Marinne, Karelle and Aubryn. In a nutshell that is why. They are my daughters ages 9, 7 and 3 respectively. Their education and the education of all our children is too important to not get involved and we just can't wait for the "system" to get it right. I simply do not believe the current trend of creating "knowers" and not "learners" ,with content delivery and standardized testing being the norm, will prepare our youth for higher education or the globally competitive and fast changing world of the 21st century.
Forced with continual budget cuts, federal and state mandates on NCLB and Test Scores, primary and secondary education is becoming more and more focused on test preparation rather than learning. But what will the students do when there are no more tests? How will they be effective in college if they don't develop key skills in critical thinking, creativity, innovation and the management of information. How will they be employed if they lack the back skills of 21st century technology.
One thing the recent unrest in Egypt, Tunesia, Yemen, Syria and other nations has taught me is that there are two ways to try and change the system. Egyptians for 30 years were faced with an undesirable system. Treated as subjects, rather than citizens, they had no voice in developing their own culture. The whims, policies and ideas of the government or dictator controlled their lives. Yet within three weeks, the subjects were organized and orchestrated the removal of an entire government. If they can do that, can't we learn from them and impact our educational system?
The first way to change a system is to take a top down approach and focus on impacting federal, state, superintendent, principals and then teachers in trying to enhance the system. This takes a "teaching centric approach". I have great respect for teachers. They work hard, without much pay, in virtual isolation within their classrooms with a multitude of federal and state mandated requirements (teaching to the test) imposed upon them. They face constant pressure to improve test scores and logically will then teach to the test. Many have tried and are trying to change the system within but with little demonstrable improvements.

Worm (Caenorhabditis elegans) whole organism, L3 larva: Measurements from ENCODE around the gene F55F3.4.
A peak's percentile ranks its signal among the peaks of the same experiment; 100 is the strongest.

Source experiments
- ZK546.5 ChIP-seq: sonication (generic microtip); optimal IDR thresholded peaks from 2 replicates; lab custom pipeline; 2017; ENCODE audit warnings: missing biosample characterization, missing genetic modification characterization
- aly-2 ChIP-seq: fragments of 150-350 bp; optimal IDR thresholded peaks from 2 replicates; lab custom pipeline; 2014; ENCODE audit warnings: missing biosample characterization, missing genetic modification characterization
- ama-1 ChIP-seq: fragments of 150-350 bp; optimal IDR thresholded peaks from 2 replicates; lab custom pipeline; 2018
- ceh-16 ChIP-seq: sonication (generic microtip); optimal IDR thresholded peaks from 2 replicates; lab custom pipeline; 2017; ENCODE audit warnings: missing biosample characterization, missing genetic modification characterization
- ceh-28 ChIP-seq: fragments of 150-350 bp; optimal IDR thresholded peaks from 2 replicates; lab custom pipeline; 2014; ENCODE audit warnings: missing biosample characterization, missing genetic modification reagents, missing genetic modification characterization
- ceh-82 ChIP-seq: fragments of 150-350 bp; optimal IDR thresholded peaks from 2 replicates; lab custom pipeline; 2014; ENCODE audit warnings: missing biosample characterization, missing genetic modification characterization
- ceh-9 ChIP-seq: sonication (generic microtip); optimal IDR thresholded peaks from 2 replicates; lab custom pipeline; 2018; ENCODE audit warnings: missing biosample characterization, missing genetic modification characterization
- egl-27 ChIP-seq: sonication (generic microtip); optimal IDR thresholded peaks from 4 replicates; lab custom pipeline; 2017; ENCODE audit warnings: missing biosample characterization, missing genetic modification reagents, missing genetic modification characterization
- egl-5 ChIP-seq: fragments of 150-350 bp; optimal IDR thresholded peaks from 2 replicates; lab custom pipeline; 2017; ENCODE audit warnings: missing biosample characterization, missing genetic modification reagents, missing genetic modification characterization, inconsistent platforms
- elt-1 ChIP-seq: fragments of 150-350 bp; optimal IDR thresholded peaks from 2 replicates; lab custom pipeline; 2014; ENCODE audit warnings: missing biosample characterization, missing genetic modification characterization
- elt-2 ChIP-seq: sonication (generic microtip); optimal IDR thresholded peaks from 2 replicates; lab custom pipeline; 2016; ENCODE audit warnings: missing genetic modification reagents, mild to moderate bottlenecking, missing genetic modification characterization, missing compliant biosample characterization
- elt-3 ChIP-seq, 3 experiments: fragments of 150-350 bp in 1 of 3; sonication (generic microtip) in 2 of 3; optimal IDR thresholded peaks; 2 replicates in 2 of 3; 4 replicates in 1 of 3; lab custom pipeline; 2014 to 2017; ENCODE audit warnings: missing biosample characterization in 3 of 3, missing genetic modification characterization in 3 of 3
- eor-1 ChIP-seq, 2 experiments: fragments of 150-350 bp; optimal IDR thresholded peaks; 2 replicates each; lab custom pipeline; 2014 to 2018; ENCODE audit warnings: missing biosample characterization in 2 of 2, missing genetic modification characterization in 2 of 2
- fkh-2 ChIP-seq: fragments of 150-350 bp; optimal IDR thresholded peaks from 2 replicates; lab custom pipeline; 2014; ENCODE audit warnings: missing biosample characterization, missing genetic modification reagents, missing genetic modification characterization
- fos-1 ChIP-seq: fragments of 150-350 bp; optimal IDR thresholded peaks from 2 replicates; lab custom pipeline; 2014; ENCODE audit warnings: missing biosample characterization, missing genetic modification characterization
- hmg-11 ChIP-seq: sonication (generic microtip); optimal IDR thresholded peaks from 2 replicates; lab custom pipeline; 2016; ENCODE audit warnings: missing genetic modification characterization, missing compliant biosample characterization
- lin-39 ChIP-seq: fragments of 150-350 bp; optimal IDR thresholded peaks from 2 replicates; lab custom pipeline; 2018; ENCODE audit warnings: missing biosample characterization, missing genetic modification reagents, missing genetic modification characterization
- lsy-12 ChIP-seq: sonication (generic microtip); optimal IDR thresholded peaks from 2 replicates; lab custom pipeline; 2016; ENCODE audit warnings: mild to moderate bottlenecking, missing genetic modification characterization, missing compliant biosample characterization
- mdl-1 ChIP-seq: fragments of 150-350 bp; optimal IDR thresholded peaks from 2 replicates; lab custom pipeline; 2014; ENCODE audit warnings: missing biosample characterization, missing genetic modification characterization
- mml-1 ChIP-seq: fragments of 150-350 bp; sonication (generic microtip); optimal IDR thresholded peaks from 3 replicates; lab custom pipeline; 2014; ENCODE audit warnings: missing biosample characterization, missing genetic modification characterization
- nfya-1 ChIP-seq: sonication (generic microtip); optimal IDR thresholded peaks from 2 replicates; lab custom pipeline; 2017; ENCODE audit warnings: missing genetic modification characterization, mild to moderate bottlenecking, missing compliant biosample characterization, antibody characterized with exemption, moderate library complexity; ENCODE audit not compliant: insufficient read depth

The second way to change the system is use the Egypt Lesson. Rather than working within, make the change outside the system. Wael Ghonin, used 21st century tools and organized, galvanized and orchestrated a citizen led uprising that within weeks entirely changed the system of government in Egypt. I believe we can do that in education. Rather than focusing on the teachers and administration, let's focus on the students in a learner centric approach. Let's find a way to provide them the critical skills needed to excel not only in school but to excel in their careers and compete globally.
MindQuest 21 was created to accomplish just that. It is not about teaching. It is about learning. It is about developing students that can think critically, navigate the Internet efficiently and thoroughly, that can compare sources to triangulate the truth, that know how to manage information once discovered and then know how to share that knowledge. These are the skills that will lead them to their futures.
MindQuest21 is intended as a supplement to formal education and to develop skills that will allow students to optimize their learning opportunities both in school and out. The "Quests" of MindQuest21 are designed to expose the students to 21st century tools and encourage them to not just find the what and when of something but also the why and how and be able to connect and apply that to their world. Students who complete the quests will become better writers, explorers, creators and presenters, all skills that can translate to school, college, work and life.